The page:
The involvement of such a great variety of workers is unsurprising considering how complicated the organization of the final stages of Indian smallpox eradication campaign turned out to be. The country was huge, with stretches of extremely difficult terrain, often with no access to transportation links. The topography was varied and specific campaign methods had to be organized for each territorial context. Linguistic and cultural diversities were as varied. More than twenty major languages and several local dialects were spoken, and a wide variety of religious traditions and class configurations were visible in the localities of each Indian state. The administrative challenges did not end there. Many sections of the Indian population were not only often uncooperative, but also frequently openly hostile to the quest for smallpox eradication.

    Even though commentaries about smallpox eradication in India frequently disagree about the value of the contributions of particular players, there is a uniformly celebratory element, which was particularly noticeable in publicity documents, official histories and memoirs. These generally also present a simplified picture of a unified campaign workforce, supposedly confident about its goals and consistently effective in the field due to its educational and technical expertise. A prime example of this is provided in the foreword written by Donald Henderson, the inspirational chief of the special Smallpox Eradication Unit set up within the World Health Organization Headquarters (WHO HQ) in Geneva, in the organization's official history of the eradication program. He declares in it that: "One of the most gratifying features of this program is the unified and effective way in which the Government of India and the World Health Organization have collaborated. At every level, national and WHO staff worked shoulder to shoulder, pursuing their goal with technical competence, dedication and enthusiasm" (Basu, Jezek, Ward, 1979).

    Perhaps unsurprisingly, unpublished WHO and Government of India correspondence reveals a far more complex picture. Agencies sponsored by the WHO and the Indian government were often at loggerheads on matters of strategy in particular situations, which shows that neither administrative organization was monolithic in nature. Moreover, many officials, of different nationalities and ranks, remained skeptical about the possibility of expunging variola from the sub-continent. This even included some of the campaign's staunchest supporters within the WHO, who often privately queried many of the successes claimed in relation to the dramatic reduction of the incidence of the disease in the early 1970s.

    Despite their ability to provide a more nuanced understanding of the final chapters of one of the most important international health programs in the twentieth century, these administrative complexities are often ignored. 2 The result is the presentation of huge generalizations about the structures and goals of the World Health Organization and the smallpox eradication bureaucracy it helped set up (see, for instance, Naraindas, 1998, p.94, footnote 21). 2 2 The result is the presentation of huge generalizations about the structures and goals of the World Health Organization and the smallpox eradication bureaucracy it helped set up (see, for instance, Naraindas, 1998, p.94, footnote 21). This article attempts to show why it would be profitable not to do so.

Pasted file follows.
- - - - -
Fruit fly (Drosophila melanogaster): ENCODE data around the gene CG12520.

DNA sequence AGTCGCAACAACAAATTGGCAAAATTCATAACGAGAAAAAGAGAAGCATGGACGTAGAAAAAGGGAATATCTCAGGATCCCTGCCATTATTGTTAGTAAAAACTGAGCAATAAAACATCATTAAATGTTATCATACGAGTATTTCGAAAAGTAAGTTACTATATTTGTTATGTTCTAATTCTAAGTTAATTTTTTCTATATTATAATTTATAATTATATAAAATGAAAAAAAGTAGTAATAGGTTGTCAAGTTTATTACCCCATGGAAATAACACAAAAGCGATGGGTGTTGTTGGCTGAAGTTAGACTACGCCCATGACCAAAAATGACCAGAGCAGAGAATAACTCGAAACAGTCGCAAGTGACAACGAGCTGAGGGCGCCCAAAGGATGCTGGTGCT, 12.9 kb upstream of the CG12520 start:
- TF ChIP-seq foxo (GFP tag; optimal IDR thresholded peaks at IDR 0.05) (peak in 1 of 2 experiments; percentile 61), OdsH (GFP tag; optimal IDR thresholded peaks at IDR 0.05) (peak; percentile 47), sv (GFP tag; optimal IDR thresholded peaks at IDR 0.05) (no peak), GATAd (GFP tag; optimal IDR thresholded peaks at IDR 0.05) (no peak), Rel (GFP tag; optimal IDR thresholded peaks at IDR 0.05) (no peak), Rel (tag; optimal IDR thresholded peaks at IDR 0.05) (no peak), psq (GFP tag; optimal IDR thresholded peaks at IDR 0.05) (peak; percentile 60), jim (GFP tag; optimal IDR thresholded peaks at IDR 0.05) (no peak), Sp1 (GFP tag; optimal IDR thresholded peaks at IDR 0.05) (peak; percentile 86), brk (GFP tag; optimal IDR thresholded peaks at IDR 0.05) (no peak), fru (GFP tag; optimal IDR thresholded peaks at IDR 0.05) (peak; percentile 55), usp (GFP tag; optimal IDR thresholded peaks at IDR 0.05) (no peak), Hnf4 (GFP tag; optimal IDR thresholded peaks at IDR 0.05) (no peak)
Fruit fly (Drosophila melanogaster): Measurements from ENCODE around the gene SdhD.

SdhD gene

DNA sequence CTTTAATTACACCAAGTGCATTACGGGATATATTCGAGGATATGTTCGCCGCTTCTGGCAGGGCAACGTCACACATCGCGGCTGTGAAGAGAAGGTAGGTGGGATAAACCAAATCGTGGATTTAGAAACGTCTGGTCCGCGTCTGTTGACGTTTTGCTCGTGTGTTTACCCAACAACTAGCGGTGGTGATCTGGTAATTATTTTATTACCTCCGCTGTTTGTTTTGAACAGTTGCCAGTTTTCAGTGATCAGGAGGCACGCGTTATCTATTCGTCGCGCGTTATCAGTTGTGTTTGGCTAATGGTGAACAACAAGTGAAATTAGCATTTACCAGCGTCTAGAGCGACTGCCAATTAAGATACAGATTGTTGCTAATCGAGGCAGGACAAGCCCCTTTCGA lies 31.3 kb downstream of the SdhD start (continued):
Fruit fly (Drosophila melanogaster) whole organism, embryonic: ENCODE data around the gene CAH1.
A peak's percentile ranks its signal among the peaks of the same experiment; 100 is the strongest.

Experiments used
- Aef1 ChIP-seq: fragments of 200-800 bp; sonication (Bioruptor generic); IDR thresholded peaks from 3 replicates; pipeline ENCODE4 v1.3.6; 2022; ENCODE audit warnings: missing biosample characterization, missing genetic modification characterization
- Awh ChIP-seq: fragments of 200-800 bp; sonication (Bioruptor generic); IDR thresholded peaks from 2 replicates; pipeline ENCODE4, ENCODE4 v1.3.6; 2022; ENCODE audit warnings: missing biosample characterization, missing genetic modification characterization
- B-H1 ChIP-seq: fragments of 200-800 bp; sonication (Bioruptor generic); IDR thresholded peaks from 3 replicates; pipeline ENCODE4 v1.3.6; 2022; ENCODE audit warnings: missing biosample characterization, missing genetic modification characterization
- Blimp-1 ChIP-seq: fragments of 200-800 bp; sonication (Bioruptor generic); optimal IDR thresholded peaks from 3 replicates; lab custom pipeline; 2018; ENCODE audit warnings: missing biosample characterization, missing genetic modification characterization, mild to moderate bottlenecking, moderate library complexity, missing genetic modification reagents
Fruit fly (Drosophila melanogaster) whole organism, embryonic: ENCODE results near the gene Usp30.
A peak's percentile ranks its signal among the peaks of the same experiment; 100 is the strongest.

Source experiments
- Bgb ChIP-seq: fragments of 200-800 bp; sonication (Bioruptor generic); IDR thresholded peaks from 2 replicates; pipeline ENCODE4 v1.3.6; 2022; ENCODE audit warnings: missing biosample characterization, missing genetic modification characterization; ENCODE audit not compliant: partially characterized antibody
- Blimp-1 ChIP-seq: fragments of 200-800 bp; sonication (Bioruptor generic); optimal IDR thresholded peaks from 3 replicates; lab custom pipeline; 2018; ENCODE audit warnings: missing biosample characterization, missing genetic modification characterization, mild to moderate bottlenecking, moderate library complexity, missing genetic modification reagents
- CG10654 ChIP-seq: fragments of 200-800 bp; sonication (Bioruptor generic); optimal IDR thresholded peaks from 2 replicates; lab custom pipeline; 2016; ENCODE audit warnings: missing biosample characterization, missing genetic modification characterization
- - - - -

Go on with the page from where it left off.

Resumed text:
A troubled advance: the creation of the infrastructure for eradication

    The WHO Health Assembly's repeated calls in the 1950s for smallpox eradication caused a lot of international attention to be focused at India, as it was a major reservoir of the disease (see Table 1, below). This critical gaze made several senior members of India's central government, including Jawaharlal Nehru, the Prime Minister, extremely uneasy. The widespread incidence of variola was considered by this modernizing crusader, with a keen sense of how India was perceived on the international stage, as a stigma, as a sign that his regime's agenda of rapid reform and development was unfolding far less effectively than planned. 3 See, for instance, speech by Jawaharlal Nehru about the importance of smallpox eradication reproduced in Government of India, 1966, p.1. 3 3 See, for instance, speech by Jawaharlal Nehru about the importance of smallpox eradication reproduced in Government of India, 1966, p.1. Considering the fact that the Prime Minister was the chief executive authority in the country (the Indian President, who was elected by two houses of parliament, was merely a figurehead), Nehru's views ensured action from within the confines of the federal Ministry of Health. This took the shape of the appointment of a so-called 'Central Expert Committee' in May 1958, which was asked to put forward proposals about the best means of eradicating variola.

    In many ways, however, this was a rather limited exercise–setting up a committee was one thing, getting policies enacted and bureaucratic and civilian support was quite another issue. Prime Ministerial authority at this time was relatively slight, where state-level politicians and bureaucrats were allowed significant levels of autonomy. Moreover, there was political hostility to the proposal for an organized smallpox eradication program. Even Nehru, widely regarded as a charming negotiator with a knack for rallying wide-ranging political support on the domestic front, found it extremely difficult to get rid of opposition from senior bureaucrats within the federal-and state-level health ministries, which were reported as being deeply divided about the issue (Government of India, 1964, p.25).